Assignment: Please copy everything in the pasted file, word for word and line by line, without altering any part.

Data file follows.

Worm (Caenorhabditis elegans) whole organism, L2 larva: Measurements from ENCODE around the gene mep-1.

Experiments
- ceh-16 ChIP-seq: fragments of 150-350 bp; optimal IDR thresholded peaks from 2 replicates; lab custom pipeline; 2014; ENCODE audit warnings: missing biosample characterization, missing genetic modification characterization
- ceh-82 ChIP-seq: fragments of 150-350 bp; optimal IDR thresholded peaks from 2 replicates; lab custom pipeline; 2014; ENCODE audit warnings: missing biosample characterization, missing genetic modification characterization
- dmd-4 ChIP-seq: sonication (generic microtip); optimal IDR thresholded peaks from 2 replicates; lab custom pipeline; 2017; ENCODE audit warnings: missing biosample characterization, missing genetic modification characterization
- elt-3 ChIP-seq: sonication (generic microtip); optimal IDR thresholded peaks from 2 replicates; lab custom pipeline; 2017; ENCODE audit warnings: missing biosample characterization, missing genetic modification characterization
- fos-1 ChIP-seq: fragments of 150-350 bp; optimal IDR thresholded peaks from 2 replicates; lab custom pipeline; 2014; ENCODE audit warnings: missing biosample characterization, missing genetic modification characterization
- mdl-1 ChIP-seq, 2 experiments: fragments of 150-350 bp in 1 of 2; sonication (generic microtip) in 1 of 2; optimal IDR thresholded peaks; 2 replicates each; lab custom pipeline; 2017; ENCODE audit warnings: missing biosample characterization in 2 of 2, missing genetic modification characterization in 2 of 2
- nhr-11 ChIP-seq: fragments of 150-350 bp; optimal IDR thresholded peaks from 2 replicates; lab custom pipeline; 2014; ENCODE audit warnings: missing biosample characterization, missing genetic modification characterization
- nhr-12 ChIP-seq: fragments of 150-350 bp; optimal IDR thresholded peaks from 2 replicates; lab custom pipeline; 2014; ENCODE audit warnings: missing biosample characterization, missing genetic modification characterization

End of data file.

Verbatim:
Worm (Caenorhabditis elegans) whole organism, L2 larva: Measurements from ENCODE around the gene mep-1.

Experiments
- ceh-16 ChIP-seq: fragments of 150-350 bp; optimal IDR thresholded peaks from 2 replicates; lab custom pipeline; 2014; ENCODE audit warnings: missing biosample characterization, missing genetic modification characterization
- ceh-82 ChIP-seq: fragments of 150-350 bp; optimal IDR thresholded peaks from 2 replicates; lab custom pipeline; 2014; ENCODE audit warnings: missing biosample characterization, missing genetic modification characterization
- dmd-4 ChIP-seq: sonication (generic microtip); optimal IDR thresholded peaks from 2 replicates; lab custom pipeline; 2017; ENCODE audit warnings: missing biosample characterization, missing genetic modification characterization
- elt-3 ChIP-seq: sonication (generic microtip); optimal IDR thresholded peaks from 2 replicates; lab custom pipeline; 2017; ENCODE audit warnings: missing biosample characterization, missing genetic modification characterization
- fos-1 ChIP-seq: fragments of 150-350 bp; optimal IDR thresholded peaks from 2 replicates; lab custom pipeline; 2014; ENCODE audit warnings: missing biosample characterization, missing genetic modification characterization
- mdl-1 ChIP-seq, 2 experiments: fragments of 150-350 bp in 1 of 2; sonication (generic microtip) in 1 of 2; optimal IDR thresholded peaks; 2 replicates each; lab custom pipeline; 2017; ENCODE audit warnings: missing biosample characterization in 2 of 2, missing genetic modification characterization in 2 of 2
- nhr-11 ChIP-seq: fragments of 150-350 bp; optimal IDR thresholded peaks from 2 replicates; lab custom pipeline; 2014; ENCODE audit warnings: missing biosample characterization, missing genetic modification characterization
- nhr-12 ChIP-seq: fragments of 150-350 bp; optimal IDR thresholded peaks from 2 replicates; lab custom pipeline; 2014; ENCODE audit warnings: missing biosample characterization, missing genetic modification characterization